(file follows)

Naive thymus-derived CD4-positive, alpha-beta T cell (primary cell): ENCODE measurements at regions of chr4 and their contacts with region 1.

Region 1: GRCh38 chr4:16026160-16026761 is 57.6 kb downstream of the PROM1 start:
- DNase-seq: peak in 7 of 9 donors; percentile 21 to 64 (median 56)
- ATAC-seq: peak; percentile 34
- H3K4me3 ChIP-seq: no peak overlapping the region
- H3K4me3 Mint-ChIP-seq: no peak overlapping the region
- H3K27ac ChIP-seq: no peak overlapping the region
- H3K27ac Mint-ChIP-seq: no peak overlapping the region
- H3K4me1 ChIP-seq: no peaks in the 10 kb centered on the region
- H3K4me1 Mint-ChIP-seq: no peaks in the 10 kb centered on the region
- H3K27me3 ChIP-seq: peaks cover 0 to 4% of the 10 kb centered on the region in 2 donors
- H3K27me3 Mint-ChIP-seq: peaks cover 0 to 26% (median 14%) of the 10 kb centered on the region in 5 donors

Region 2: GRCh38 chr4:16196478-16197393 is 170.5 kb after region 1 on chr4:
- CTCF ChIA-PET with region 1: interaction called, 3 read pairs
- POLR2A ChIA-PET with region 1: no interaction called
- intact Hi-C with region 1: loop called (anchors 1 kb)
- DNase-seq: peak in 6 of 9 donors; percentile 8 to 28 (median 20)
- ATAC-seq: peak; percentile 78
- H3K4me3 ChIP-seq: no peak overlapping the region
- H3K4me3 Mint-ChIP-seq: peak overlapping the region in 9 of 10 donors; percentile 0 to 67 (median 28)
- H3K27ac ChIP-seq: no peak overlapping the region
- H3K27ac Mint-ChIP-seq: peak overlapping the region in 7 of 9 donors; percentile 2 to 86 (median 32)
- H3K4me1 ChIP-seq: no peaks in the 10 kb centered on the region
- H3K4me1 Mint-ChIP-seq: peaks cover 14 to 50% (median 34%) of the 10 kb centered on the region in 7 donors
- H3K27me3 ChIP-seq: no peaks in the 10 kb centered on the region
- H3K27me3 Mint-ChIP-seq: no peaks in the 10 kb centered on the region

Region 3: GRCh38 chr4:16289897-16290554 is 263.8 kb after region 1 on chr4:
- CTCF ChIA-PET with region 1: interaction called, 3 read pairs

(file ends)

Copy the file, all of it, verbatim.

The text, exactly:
Naive thymus-derived CD4-positive, alpha-beta T cell (primary cell): ENCODE measurements at regions of chr4 and their contacts with region 1.

Region 1: GRCh38 chr4:16026160-16026761 is 57.6 kb downstream of the PROM1 start:
- DNase-seq: peak in 7 of 9 donors; percentile 21 to 64 (median 56)
- ATAC-seq: peak; percentile 34
- H3K4me3 ChIP-seq: no peak overlapping the region
- H3K4me3 Mint-ChIP-seq: no peak overlapping the region
- H3K27ac ChIP-seq: no peak overlapping the region
- H3K27ac Mint-ChIP-seq: no peak overlapping the region
- H3K4me1 ChIP-seq: no peaks in the 10 kb centered on the region
- H3K4me1 Mint-ChIP-seq: no peaks in the 10 kb centered on the region
- H3K27me3 ChIP-seq: peaks cover 0 to 4% of the 10 kb centered on the region in 2 donors
- H3K27me3 Mint-ChIP-seq: peaks cover 0 to 26% (median 14%) of the 10 kb centered on the region in 5 donors

Region 2: GRCh38 chr4:16196478-16197393 is 170.5 kb after region 1 on chr4:
- CTCF ChIA-PET with region 1: interaction called, 3 read pairs
- POLR2A ChIA-PET with region 1: no interaction called
- intact Hi-C with region 1: loop called (anchors 1 kb)
- DNase-seq: peak in 6 of 9 donors; percentile 8 to 28 (median 20)
- ATAC-seq: peak; percentile 78
- H3K4me3 ChIP-seq: no peak overlapping the region
- H3K4me3 Mint-ChIP-seq: peak overlapping the region in 9 of 10 donors; percentile 0 to 67 (median 28)
- H3K27ac ChIP-seq: no peak overlapping the region
- H3K27ac Mint-ChIP-seq: peak overlapping the region in 7 of 9 donors; percentile 2 to 86 (median 32)
- H3K4me1 ChIP-seq: no peaks in the 10 kb centered on the region
- H3K4me1 Mint-ChIP-seq: peaks cover 14 to 50% (median 34%) of the 10 kb centered on the region in 7 donors
- H3K27me3 ChIP-seq: no peaks in the 10 kb centered on the region
- H3K27me3 Mint-ChIP-seq: no peaks in the 10 kb centered on the region

Region 3: GRCh38 chr4:16289897-16290554 is 263.8 kb after region 1 on chr4:
- CTCF ChIA-PET with region 1: interaction called, 3 read pairs